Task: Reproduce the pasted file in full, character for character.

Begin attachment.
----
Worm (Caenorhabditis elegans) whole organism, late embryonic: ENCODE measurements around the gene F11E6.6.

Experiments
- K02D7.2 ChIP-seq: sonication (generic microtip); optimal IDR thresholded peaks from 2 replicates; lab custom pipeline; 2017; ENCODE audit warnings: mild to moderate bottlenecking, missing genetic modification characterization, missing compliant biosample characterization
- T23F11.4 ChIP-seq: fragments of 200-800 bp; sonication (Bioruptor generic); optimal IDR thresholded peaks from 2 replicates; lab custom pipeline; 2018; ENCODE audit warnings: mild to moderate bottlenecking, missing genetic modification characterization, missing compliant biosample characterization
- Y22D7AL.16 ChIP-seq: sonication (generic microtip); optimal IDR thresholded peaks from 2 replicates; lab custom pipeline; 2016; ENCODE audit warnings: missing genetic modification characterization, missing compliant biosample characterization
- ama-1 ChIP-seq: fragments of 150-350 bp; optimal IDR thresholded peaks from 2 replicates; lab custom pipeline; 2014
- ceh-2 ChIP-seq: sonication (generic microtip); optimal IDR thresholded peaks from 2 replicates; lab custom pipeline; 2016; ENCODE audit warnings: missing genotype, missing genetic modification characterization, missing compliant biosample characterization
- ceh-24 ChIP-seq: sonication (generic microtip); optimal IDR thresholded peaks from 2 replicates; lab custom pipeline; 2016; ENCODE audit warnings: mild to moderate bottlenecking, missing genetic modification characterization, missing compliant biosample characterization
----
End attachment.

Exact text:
Worm (Caenorhabditis elegans) whole organism, late embryonic: ENCODE measurements around the gene F11E6.6.

Experiments
- K02D7.2 ChIP-seq: sonication (generic microtip); optimal IDR thresholded peaks from 2 replicates; lab custom pipeline; 2017; ENCODE audit warnings: mild to moderate bottlenecking, missing genetic modification characterization, missing compliant biosample characterization
- T23F11.4 ChIP-seq: fragments of 200-800 bp; sonication (Bioruptor generic); optimal IDR thresholded peaks from 2 replicates; lab custom pipeline; 2018; ENCODE audit warnings: mild to moderate bottlenecking, missing genetic modification characterization, missing compliant biosample characterization
- Y22D7AL.16 ChIP-seq: sonication (generic microtip); optimal IDR thresholded peaks from 2 replicates; lab custom pipeline; 2016; ENCODE audit warnings: missing genetic modification characterization, missing compliant biosample characterization
- ama-1 ChIP-seq: fragments of 150-350 bp; optimal IDR thresholded peaks from 2 replicates; lab custom pipeline; 2014
- ceh-2 ChIP-seq: sonication (generic microtip); optimal IDR thresholded peaks from 2 replicates; lab custom pipeline; 2016; ENCODE audit warnings: missing genotype, missing genetic modification characterization, missing compliant biosample characterization
- ceh-24 ChIP-seq: sonication (generic microtip); optimal IDR thresholded peaks from 2 replicates; lab custom pipeline; 2016; ENCODE audit warnings: mild to moderate bottlenecking, missing genetic modification characterization, missing compliant biosample characterization